Boris Johnson: Britain is not a racist country

Prime Minister Boris Johnson. Photograph: Stefan Rousseau/PA.

Prime Minister Boris Johnson. Photograph: Stefan Rousseau/PA. - Credit: PA

Boris Johnson does not believe that the UK is a racist county, his spokesperson has claimed, after a number of anti-racism protests took place in England, Scotland, Wales and Northern Ireland.

Labour's shadow justice secretary David Lammy has said that the government should acknowledge 'racism and prejudice exist in the United Kingdom as well as the United States'.

'We must turn this moment into one of change and justice in the UK too,' he said.

But asked about racism, Johnson's spokesperson said: 'The PM doesn't doubt that there continues to be discrimination and racism but does not agree that this is a racist country.

'We have made very significant progress on this issue but there remains more to do and we will not be complacent in our efforts to stamp out racism and discrimination where it happens.'

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The comments were somewhat contradicted by chancellor Rishi Sunak who tweeted: 'As a British Asian of course I know that racism exists in this country.'

He continued: 'And I know people are angry and frustrated. They want to see, and feel, change. But a better society doesn't happen overnight - like all great acts of creation, it happens slowly and depends on the cooperation of each of us toward that common goal.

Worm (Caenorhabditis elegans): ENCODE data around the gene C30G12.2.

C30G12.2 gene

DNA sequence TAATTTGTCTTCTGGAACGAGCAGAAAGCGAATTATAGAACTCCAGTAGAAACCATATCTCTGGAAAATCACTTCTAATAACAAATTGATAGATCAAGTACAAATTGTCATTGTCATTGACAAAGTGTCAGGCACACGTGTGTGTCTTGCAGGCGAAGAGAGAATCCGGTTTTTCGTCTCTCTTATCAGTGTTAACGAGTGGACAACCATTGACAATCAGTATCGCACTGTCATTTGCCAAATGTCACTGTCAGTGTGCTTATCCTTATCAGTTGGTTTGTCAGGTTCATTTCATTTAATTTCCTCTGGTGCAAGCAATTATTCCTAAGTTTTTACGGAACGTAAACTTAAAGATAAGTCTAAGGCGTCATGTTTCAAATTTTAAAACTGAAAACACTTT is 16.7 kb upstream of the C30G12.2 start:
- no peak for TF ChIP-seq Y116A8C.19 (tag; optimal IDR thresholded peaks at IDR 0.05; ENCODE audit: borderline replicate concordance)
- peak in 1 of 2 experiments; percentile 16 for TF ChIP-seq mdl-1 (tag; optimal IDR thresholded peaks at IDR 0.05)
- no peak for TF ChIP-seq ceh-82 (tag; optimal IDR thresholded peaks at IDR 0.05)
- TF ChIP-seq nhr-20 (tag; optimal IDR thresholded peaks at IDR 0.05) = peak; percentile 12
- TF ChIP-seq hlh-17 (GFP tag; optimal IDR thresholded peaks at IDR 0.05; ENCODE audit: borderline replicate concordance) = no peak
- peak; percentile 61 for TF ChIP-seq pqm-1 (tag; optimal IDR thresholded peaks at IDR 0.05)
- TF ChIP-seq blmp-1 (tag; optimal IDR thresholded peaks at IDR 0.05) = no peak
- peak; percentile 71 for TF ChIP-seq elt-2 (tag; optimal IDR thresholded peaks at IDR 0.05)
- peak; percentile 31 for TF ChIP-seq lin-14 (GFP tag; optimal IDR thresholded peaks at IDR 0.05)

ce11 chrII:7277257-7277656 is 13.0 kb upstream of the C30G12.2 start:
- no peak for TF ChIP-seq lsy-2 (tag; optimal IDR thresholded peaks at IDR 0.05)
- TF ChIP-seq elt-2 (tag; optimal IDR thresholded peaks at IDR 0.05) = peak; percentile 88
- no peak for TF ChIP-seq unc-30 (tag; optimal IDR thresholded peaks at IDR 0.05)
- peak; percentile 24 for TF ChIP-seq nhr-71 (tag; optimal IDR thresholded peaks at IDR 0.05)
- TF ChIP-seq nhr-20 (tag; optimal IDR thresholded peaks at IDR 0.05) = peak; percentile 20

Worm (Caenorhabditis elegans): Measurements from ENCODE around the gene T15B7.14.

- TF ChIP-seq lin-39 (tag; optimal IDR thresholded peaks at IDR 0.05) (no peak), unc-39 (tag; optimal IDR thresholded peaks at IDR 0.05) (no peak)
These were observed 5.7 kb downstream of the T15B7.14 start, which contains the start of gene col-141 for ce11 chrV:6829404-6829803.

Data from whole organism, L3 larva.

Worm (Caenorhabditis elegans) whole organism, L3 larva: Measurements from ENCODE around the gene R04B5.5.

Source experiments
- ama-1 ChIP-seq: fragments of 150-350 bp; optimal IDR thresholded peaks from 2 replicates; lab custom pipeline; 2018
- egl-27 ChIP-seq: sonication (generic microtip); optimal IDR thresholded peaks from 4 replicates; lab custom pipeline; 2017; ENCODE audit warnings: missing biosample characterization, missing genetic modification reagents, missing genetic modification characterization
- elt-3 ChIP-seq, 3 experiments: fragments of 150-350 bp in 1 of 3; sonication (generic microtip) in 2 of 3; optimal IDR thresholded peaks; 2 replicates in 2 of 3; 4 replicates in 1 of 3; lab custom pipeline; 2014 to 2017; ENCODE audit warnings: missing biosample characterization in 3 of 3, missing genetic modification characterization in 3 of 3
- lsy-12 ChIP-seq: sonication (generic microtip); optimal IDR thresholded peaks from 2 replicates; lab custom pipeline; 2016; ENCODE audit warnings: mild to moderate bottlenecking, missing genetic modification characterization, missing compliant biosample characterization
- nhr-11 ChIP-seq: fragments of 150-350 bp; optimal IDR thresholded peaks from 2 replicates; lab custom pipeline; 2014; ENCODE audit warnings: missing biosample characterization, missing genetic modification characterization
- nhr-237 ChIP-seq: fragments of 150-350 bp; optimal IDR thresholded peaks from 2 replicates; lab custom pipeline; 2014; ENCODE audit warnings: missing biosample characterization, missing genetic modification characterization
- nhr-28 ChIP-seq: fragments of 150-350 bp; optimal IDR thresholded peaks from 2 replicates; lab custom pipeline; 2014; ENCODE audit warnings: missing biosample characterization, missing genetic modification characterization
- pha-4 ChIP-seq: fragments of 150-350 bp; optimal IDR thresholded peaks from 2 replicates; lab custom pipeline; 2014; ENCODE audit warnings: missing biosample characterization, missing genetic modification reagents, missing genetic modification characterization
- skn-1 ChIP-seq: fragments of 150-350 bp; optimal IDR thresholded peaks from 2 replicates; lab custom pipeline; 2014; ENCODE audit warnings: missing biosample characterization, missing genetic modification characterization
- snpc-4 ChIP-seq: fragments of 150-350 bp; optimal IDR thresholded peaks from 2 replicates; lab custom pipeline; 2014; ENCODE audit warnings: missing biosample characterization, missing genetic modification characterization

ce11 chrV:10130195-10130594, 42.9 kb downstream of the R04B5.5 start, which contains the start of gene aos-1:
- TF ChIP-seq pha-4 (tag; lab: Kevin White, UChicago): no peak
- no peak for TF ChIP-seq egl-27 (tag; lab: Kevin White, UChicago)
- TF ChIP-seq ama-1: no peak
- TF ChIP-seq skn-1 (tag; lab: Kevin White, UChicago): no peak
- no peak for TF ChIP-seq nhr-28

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'The truth is we have created a country far more inclusive and fairer than at any point in its history. Does this mean our story is over? No, but we shouldn't ignore the hard work of the many generations who came before us.'

Despite claiming he does not believe the UK is a racist country, Johnson has previously made a number of racist and derogatory remarks as a journalist.

Tanmanjeet Singh Dheshi, the first turban-wearing Sikh in the House of Commons and a Labour MP, called on Johnson to apologise for his comments when he became prime minister.

He said: 'If I decide to wear a turban, or you decide to wear a cross, or he decides to a kippah or skullcap or she decides to wear a hijab or burqas, does that then mean that it's open season for right honourable members of this House to make derogatory and divisive remarks about our appearance?

'For those of us who, from a young age, have had to endure and face up to names such as towel head or Taliban or coming from Bongo Bongo-land, we can appreciate full well the hurt and the pain coming from already vulnerable women when they are described as looking like bank robbers and letter boxes.'

To applause, he continued: 'So rather than hide behind sham and whitewash investigations when will the prime minister finally apologise for his derogatory and racist remarks which have led to a rise in hate crimes?

'And given the increasing prevalence of such incidents in his party, when will the prime minister finally order an inquiry in Islamophobia within the Conservative Party, something he and the chancellor promised on national television?'

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